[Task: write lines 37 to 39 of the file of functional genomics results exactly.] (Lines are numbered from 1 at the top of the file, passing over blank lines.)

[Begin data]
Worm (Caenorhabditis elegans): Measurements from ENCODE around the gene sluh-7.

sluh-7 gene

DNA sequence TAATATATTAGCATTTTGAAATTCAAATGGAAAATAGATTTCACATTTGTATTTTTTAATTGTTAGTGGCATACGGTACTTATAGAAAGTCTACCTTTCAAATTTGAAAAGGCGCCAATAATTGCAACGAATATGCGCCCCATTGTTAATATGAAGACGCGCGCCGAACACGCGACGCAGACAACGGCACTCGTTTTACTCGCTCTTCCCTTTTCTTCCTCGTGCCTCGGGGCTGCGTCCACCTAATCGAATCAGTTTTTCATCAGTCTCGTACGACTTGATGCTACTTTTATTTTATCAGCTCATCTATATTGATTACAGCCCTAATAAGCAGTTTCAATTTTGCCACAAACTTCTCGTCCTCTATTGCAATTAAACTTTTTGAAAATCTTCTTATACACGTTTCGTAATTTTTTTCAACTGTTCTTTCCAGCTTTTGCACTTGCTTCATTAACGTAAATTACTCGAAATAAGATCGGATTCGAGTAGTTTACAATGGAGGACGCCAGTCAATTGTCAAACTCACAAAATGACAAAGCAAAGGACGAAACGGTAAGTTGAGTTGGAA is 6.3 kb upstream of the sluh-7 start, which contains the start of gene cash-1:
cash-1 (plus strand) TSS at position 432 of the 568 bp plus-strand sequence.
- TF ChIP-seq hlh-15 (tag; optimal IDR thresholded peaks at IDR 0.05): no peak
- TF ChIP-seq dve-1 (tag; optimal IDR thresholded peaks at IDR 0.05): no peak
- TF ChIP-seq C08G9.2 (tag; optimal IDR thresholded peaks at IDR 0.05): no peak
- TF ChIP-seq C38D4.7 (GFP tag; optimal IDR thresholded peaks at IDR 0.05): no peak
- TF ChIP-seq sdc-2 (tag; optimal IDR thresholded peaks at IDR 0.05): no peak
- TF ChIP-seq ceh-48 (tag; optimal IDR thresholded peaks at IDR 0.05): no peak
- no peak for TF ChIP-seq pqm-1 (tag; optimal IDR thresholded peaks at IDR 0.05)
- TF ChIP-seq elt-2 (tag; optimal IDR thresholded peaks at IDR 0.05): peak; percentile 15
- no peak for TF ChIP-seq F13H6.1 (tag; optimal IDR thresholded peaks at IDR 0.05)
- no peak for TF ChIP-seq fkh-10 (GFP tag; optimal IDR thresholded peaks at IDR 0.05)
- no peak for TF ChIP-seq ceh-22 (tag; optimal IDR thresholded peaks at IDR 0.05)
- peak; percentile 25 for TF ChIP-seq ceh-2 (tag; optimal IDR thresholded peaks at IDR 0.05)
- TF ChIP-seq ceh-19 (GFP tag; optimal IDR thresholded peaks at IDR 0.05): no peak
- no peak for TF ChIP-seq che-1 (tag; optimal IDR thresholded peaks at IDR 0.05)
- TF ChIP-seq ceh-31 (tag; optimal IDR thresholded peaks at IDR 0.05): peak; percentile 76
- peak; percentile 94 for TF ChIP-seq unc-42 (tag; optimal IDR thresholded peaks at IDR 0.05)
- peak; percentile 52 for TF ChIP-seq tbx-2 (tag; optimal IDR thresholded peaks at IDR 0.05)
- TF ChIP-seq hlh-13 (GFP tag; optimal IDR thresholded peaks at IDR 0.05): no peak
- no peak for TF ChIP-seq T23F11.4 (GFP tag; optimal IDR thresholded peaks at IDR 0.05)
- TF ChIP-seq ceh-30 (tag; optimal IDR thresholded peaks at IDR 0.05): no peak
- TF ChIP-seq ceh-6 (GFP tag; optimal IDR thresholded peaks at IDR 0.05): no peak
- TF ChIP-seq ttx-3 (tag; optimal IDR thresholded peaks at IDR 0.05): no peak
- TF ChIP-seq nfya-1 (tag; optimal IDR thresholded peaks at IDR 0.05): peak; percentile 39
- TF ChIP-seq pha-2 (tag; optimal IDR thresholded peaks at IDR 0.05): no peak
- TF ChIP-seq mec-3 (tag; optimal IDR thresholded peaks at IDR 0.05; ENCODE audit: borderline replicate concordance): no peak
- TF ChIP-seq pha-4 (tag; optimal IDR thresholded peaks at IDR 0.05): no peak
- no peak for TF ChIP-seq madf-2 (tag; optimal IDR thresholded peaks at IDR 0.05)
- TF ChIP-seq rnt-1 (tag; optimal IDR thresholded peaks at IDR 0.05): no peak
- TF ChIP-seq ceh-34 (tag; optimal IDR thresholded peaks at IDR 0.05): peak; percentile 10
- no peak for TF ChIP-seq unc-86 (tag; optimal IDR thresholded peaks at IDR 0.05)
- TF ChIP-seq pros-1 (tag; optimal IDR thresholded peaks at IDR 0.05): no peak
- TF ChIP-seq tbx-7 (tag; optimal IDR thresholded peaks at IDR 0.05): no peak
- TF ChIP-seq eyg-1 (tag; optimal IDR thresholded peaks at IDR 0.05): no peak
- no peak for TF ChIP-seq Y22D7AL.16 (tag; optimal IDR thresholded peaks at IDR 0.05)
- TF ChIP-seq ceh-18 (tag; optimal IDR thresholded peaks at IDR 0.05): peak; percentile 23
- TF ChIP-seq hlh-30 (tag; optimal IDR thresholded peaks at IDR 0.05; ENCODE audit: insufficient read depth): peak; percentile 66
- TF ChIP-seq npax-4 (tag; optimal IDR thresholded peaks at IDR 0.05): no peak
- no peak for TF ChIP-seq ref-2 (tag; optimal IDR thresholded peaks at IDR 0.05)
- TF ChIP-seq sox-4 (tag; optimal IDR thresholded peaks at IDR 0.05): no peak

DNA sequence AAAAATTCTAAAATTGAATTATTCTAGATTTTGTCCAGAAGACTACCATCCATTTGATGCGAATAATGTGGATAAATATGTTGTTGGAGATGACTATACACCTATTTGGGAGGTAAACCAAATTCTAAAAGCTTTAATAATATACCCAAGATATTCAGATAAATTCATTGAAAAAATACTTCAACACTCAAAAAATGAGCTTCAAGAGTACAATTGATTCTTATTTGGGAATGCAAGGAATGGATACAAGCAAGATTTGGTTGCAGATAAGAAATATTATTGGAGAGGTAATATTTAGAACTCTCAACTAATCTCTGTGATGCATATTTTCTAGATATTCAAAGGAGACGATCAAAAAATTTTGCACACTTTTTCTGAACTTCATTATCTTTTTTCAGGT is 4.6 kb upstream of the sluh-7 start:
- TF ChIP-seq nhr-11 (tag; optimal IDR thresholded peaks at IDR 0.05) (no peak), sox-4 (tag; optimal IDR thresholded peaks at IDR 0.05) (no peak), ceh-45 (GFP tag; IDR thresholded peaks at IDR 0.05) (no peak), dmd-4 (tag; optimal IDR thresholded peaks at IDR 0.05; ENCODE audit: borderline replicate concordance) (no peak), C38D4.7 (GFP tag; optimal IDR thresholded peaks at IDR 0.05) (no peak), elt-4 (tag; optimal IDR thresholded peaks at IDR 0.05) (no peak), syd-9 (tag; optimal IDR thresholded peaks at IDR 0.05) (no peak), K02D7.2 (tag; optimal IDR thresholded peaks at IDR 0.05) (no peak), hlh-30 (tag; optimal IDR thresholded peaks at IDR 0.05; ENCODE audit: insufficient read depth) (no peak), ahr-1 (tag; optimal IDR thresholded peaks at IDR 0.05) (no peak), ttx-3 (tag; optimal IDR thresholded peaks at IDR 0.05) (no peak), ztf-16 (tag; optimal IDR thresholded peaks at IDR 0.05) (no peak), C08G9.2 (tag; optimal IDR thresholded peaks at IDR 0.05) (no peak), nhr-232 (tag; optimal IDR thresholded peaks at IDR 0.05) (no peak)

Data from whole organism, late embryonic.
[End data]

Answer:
- TF ChIP-seq eyg-1 (tag; optimal IDR thresholded peaks at IDR 0.05): no peak
- no peak for TF ChIP-seq Y22D7AL.16 (tag; optimal IDR thresholded peaks at IDR 0.05)
- TF ChIP-seq ceh-18 (tag; optimal IDR thresholded peaks at IDR 0.05): peak; percentile 23